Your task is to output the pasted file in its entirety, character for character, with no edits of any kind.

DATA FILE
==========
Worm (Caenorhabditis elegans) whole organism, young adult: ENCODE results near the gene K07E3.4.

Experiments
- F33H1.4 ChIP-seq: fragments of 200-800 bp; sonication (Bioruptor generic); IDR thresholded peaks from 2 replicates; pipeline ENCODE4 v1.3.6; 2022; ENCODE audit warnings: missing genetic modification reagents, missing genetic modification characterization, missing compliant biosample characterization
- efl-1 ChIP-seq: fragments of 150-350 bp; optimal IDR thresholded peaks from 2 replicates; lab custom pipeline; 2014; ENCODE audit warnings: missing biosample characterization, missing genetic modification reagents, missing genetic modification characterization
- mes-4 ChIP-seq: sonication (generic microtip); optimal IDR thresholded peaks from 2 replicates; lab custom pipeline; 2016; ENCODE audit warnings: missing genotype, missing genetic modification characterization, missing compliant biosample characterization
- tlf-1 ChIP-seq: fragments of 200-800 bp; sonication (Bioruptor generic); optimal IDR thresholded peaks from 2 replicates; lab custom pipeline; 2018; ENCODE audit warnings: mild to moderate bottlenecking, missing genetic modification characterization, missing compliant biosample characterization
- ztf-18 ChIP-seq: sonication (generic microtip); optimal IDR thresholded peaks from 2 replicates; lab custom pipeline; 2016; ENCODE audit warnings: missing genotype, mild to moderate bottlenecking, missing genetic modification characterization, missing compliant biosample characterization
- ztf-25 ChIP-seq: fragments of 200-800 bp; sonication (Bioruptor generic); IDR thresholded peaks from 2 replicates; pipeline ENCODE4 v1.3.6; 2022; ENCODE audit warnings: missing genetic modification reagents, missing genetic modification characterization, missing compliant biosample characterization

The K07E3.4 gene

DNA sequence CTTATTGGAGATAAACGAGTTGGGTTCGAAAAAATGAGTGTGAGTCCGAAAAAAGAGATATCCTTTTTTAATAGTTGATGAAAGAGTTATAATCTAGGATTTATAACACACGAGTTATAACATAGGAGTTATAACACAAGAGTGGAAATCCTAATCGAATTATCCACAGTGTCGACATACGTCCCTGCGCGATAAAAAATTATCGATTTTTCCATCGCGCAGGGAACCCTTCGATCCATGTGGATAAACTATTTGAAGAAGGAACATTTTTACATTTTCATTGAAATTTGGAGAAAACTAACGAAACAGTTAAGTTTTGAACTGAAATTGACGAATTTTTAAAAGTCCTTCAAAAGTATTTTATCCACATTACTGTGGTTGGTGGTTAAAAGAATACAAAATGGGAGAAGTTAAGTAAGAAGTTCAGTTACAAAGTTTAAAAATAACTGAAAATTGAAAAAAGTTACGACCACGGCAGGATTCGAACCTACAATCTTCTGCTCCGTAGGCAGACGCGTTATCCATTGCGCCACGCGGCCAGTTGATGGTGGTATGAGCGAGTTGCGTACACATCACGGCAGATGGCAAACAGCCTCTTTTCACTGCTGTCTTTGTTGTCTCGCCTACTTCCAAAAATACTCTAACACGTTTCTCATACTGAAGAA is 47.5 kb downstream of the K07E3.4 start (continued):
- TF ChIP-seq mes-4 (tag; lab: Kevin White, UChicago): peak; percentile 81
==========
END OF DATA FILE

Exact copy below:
Worm (Caenorhabditis elegans) whole organism, young adult: ENCODE results near the gene K07E3.4.

Experiments
- F33H1.4 ChIP-seq: fragments of 200-800 bp; sonication (Bioruptor generic); IDR thresholded peaks from 2 replicates; pipeline ENCODE4 v1.3.6; 2022; ENCODE audit warnings: missing genetic modification reagents, missing genetic modification characterization, missing compliant biosample characterization
- efl-1 ChIP-seq: fragments of 150-350 bp; optimal IDR thresholded peaks from 2 replicates; lab custom pipeline; 2014; ENCODE audit warnings: missing biosample characterization, missing genetic modification reagents, missing genetic modification characterization
- mes-4 ChIP-seq: sonication (generic microtip); optimal IDR thresholded peaks from 2 replicates; lab custom pipeline; 2016; ENCODE audit warnings: missing genotype, missing genetic modification characterization, missing compliant biosample characterization
- tlf-1 ChIP-seq: fragments of 200-800 bp; sonication (Bioruptor generic); optimal IDR thresholded peaks from 2 replicates; lab custom pipeline; 2018; ENCODE audit warnings: mild to moderate bottlenecking, missing genetic modification characterization, missing compliant biosample characterization
- ztf-18 ChIP-seq: sonication (generic microtip); optimal IDR thresholded peaks from 2 replicates; lab custom pipeline; 2016; ENCODE audit warnings: missing genotype, mild to moderate bottlenecking, missing genetic modification characterization, missing compliant biosample characterization
- ztf-25 ChIP-seq: fragments of 200-800 bp; sonication (Bioruptor generic); IDR thresholded peaks from 2 replicates; pipeline ENCODE4 v1.3.6; 2022; ENCODE audit warnings: missing genetic modification reagents, missing genetic modification characterization, missing compliant biosample characterization

The K07E3.4 gene

DNA sequence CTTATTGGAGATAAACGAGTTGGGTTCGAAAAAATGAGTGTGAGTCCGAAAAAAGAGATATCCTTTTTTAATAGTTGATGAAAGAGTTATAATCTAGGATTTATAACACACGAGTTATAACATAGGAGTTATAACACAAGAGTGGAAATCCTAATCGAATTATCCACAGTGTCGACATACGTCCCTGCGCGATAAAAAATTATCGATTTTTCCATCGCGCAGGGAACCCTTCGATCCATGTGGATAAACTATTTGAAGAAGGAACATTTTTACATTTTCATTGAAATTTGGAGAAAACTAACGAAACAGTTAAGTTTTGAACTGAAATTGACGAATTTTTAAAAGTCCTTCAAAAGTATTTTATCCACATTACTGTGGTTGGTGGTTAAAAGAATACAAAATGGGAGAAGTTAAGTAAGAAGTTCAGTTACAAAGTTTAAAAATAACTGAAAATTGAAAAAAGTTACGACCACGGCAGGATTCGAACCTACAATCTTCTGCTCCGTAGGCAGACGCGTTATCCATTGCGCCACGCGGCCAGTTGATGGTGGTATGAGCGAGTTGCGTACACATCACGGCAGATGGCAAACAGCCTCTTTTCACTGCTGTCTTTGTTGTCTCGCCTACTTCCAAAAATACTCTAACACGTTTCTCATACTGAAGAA is 47.5 kb downstream of the K07E3.4 start (continued):
- TF ChIP-seq mes-4 (tag; lab: Kevin White, UChicago): peak; percentile 81